I’m not ashamed to admit that I loved 50 Shades of Grey.
Sure, I laughed to my husband about the terrible prose and ridiculous characters. And then I waited till he fell asleep to read the next chapter. I complained to my girlfriends about the heroine’s “Inner Goddess.” And then I picked it back up on the sly and kept right on reading. In fact, for two weeks of my life that I’ll never get back, I utterly neglected the “TBR” pile on my nightstand, ignored my book club’s current book, stopped reading about project management for work, and kept leafing through 50 Shades of Grey to find out what new, um, entanglements Ana and Christian would find themselves in for the evening.
In case you’ve missed all the buzz, let me fill you in. 50 Shades of Grey is a juicy little piece of erotica that’s been cropping up all over popular culture lately, from Good Morning America and The View to the New York Times bestseller list. It’s Twilight for the boudoir — gorgeous but insecure young woman falls for impossibly handsome, brooding gazillionaire. But instead of fangs, this guy’s got handcuffs, a dungeon, and a 10 page NDA contract he makes all his girlfriends sign.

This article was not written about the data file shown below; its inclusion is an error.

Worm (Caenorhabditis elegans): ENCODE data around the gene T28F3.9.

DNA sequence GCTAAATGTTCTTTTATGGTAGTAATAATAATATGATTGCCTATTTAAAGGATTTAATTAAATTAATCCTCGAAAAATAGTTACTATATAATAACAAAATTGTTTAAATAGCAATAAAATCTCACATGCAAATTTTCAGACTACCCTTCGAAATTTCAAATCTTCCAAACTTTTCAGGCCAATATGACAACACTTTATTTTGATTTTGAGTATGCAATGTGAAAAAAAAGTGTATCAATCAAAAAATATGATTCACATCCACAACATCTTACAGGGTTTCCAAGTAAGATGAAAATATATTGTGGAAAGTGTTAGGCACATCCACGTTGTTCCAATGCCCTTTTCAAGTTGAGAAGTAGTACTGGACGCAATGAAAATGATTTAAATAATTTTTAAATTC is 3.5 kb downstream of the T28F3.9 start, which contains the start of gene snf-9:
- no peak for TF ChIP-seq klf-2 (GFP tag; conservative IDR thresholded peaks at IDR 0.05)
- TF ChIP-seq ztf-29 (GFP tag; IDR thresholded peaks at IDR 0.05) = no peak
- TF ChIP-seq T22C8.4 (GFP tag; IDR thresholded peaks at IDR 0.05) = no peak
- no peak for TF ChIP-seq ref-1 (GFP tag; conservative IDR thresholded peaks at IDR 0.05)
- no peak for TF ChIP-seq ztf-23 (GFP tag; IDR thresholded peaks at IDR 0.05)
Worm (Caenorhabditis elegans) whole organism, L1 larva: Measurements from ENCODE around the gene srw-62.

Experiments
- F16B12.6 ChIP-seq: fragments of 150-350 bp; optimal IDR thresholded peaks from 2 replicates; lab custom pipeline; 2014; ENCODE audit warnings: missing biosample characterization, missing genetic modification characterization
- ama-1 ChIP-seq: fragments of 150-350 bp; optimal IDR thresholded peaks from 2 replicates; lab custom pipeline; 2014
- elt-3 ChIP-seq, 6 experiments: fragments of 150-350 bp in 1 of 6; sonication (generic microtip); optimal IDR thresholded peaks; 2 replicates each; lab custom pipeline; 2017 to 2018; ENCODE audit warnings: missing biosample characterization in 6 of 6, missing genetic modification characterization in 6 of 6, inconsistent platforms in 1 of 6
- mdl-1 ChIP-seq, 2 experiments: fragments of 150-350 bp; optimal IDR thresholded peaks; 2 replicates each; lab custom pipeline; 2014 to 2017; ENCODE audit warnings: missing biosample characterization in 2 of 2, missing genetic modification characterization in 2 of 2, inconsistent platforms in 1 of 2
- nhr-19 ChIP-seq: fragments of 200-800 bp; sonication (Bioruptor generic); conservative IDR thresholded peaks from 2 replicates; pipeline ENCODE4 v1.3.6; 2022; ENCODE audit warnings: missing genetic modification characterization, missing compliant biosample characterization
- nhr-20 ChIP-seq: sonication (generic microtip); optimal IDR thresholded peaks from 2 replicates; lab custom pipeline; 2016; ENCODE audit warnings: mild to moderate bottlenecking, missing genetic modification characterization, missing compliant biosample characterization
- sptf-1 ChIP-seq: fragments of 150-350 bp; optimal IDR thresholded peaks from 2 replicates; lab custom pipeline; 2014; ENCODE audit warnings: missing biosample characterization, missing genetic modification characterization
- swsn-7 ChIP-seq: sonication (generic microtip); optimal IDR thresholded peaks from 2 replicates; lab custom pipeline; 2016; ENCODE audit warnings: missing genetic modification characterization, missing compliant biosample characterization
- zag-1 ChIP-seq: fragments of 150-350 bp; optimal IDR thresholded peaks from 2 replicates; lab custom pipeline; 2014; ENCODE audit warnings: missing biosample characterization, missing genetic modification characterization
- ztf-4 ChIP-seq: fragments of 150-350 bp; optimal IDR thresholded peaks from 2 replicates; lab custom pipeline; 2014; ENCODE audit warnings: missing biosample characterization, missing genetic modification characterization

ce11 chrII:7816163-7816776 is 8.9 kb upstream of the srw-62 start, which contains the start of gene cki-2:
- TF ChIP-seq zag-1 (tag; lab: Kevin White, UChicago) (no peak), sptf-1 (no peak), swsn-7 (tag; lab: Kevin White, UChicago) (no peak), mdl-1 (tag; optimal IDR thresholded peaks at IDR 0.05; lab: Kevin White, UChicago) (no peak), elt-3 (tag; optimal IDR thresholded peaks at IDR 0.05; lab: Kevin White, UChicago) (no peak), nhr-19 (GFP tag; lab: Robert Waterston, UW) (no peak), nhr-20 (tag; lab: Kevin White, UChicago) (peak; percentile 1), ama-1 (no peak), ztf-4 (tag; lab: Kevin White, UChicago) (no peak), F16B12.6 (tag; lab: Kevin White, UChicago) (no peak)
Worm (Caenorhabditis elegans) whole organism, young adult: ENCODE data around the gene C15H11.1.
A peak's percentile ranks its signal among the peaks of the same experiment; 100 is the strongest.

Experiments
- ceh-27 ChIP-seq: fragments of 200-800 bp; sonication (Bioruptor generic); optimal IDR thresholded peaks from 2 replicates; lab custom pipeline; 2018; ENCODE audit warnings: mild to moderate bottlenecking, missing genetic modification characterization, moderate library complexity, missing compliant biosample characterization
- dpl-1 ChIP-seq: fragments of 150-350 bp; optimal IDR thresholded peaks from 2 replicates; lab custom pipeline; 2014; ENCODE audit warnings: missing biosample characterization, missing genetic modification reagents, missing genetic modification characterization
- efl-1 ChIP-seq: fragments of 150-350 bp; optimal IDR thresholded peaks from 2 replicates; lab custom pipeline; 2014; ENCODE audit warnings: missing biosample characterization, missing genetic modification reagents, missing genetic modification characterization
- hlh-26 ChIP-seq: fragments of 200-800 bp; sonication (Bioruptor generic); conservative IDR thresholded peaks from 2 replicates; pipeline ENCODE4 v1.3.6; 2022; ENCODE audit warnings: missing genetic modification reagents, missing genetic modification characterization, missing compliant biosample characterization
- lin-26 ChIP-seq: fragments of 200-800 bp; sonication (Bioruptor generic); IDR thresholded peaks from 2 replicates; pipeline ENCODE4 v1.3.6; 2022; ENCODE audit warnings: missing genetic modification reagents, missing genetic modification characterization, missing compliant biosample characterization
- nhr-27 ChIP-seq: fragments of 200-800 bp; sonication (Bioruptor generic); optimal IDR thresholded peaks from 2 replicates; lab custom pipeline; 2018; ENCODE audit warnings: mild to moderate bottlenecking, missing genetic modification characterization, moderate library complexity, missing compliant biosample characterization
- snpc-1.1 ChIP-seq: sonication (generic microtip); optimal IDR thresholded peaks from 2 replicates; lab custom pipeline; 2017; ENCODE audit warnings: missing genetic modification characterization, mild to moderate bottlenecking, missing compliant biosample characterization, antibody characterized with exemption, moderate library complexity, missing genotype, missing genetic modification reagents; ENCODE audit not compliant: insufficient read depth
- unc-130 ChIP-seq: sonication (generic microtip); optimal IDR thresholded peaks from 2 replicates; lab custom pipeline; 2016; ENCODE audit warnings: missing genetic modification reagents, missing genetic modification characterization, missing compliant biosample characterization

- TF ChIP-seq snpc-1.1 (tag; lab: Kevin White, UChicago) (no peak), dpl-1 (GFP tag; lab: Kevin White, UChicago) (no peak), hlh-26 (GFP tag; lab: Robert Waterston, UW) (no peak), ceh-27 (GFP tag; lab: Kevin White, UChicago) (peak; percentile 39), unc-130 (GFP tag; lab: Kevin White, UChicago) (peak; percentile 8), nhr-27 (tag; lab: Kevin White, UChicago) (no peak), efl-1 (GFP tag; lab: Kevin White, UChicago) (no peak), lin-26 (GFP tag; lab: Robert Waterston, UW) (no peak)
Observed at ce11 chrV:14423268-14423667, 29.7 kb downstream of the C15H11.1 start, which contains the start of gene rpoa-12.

The fun thing about 50 Shades of Grey is that it is so “girl next door.” It’s such a far cry from old school erotic classics like The Story of O, Venus in Furs, or Story of the Eye, but that’s kind of what makes it so fun. Anastasia isn’t some new wave French girl or a 19th century German dominatrix, but a 21st century American woman who could be your college roommate. She grapples with the modern woman’s dilemma of wanting to have her cake and eat it, too — she wants a strong, sexy guy to protect her and take control, but she wants him to do his half of the housework, too.
And the thing is, it works. If you can make it through the first six chapters, which are a little dull, the heat turns way up and Ana and Christian become blank canvases for all your little daydreams. The plot is sorta vanilla, but the romantic scenes between our heroes rank at roughly 65,000 on the Scoville scale. Dr. Oz has said it’s helping women save their relationships. Sherri Shepherd from The View can’t get enough of it. And even Kristin Wiig has made the case for why anyone who likes a little heat in their fiction might not want to miss 50 Shades of Grey.